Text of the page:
12th February 2019
Our recent posting, Beware the Mean Reversionists, showed how the current US growth spurt is unremarkable in terms of its longevity or impact and, even if it was an outlier, the current growth rate itself is average by historic standards. Of all 283 twelve-month rolling growth rates since 1948, the current run-rate is about midway.
When economies do slow dramatically it’s often down to debt. When households and companies overstretch themselves, they effectively experience an economic exhaustion. Growth slows when the private sector comes to realise it’s overspent and over-indebted.
When we look at the headline numbers in this respect, we are reassured. The US private sector is not as indebted relative to GDP as it was before the Global Financial Crisis.
Moreover, although some pundits have pointed to historically low unemployment as a limit to growth, there’s room for optimism.
The recession after the financial crisis, for a myriad of reasons, kicked a high number of participants out of the jobs market – a fall too steep to be driven by demographics alone. It’s not unreasonable, therefore, to assume that the participation rate - the percentage of the civilian population that make themselves available for work - could pick up meaningfully from here.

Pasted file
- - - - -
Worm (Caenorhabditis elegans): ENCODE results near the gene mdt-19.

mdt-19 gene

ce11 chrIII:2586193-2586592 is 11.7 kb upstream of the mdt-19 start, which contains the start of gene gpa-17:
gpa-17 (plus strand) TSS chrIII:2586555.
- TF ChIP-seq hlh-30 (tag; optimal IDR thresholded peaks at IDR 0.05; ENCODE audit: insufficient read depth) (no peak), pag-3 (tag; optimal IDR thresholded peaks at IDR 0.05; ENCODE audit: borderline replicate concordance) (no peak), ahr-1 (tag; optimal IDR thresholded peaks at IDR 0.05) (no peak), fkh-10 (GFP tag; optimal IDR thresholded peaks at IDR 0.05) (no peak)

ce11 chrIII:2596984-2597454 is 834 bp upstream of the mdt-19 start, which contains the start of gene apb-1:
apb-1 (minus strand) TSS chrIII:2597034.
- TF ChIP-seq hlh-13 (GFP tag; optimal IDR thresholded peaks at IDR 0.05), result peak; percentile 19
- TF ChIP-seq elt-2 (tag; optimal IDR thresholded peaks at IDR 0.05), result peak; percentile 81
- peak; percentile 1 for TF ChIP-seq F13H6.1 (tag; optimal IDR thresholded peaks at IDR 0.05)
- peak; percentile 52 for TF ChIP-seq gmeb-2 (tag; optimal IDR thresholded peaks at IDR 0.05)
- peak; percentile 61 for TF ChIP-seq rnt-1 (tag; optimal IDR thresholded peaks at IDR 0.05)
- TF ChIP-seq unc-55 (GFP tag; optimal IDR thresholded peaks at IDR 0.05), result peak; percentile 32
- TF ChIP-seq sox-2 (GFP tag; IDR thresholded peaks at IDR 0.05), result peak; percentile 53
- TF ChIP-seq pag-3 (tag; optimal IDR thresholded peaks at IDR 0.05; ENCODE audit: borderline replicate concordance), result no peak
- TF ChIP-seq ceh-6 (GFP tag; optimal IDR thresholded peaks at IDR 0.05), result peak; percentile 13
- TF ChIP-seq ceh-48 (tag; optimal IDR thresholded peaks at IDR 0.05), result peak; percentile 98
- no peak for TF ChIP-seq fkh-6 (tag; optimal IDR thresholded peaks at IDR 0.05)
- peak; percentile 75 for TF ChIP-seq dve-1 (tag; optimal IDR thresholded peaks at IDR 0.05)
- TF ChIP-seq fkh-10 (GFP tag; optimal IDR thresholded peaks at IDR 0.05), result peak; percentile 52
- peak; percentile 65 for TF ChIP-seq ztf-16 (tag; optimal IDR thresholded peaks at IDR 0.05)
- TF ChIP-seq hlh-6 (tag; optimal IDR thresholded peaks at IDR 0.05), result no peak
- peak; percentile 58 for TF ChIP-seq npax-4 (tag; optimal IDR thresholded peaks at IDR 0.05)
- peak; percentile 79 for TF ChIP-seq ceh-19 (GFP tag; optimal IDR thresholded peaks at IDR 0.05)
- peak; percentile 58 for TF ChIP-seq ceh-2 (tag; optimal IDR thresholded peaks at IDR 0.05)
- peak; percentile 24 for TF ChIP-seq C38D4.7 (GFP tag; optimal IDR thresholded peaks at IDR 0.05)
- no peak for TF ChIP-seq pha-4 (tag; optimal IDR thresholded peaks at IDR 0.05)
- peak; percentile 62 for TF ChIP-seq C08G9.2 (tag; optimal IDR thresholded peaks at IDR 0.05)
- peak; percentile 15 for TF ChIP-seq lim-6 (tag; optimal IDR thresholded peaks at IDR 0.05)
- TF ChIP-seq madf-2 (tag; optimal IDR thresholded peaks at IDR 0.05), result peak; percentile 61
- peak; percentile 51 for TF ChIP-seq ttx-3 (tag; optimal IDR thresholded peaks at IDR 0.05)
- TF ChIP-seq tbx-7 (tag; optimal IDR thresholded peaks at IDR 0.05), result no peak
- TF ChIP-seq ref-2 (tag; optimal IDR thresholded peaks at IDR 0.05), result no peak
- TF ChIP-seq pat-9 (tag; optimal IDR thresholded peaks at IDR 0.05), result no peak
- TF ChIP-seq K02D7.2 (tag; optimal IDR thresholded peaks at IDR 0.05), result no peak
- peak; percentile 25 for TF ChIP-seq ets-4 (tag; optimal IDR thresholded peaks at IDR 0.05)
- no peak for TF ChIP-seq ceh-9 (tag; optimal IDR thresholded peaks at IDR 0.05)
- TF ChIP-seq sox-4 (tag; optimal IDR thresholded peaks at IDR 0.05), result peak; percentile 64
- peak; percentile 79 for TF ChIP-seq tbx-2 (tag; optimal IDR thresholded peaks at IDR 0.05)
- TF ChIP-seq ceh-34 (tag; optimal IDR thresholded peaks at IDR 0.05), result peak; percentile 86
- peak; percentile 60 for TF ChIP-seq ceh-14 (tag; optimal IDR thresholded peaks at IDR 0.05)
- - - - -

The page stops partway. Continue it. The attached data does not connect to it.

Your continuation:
The global economic backdrop isn’t providing a tail-wind for the US right now, but headline data in the US at least doesn’t suggest the current growth spurt will die of old age.
8th February 2019
We’ve heard it said a lot recently that the US economy has peaked and, although the world isn’t without challenges, much of this argument hangs on the simple view that it’s had such a good run of late, what goes up must come down.
The Mean Reversionists, as we call them, generally assume that the longer the period of unbroken growth, the more likely it is to break.
We’ve looked at the numbers and, even if the Mean Reversionists are correct, the current US growth spurt really isn’t that remarkable in terms of either length or magnitude.
This chart shows US real GDP since 1947, with the duration of growth spurts (in quarters) on the horizontal axis and the increase in GDP (rebased to 100) on the vertical.
Given the economy stalled briefly at the start of 2014, the current period of unbroken growth (the blue line) is neither mature nor profound by historic standards.
To be fair the decline in 2014, as in 2011, was extremely small so being less purist with the data we also show the period from the end of the Global Financial Crisis to now (the dashed line). Although this growth spurt has a few grey hairs, it’s been very anemic by historic standards in terms of cummulative growth.
We’ll address some of the broader challenges in later blogs but for the Mean Reversionists, at least, the data doesn’t back up their argument.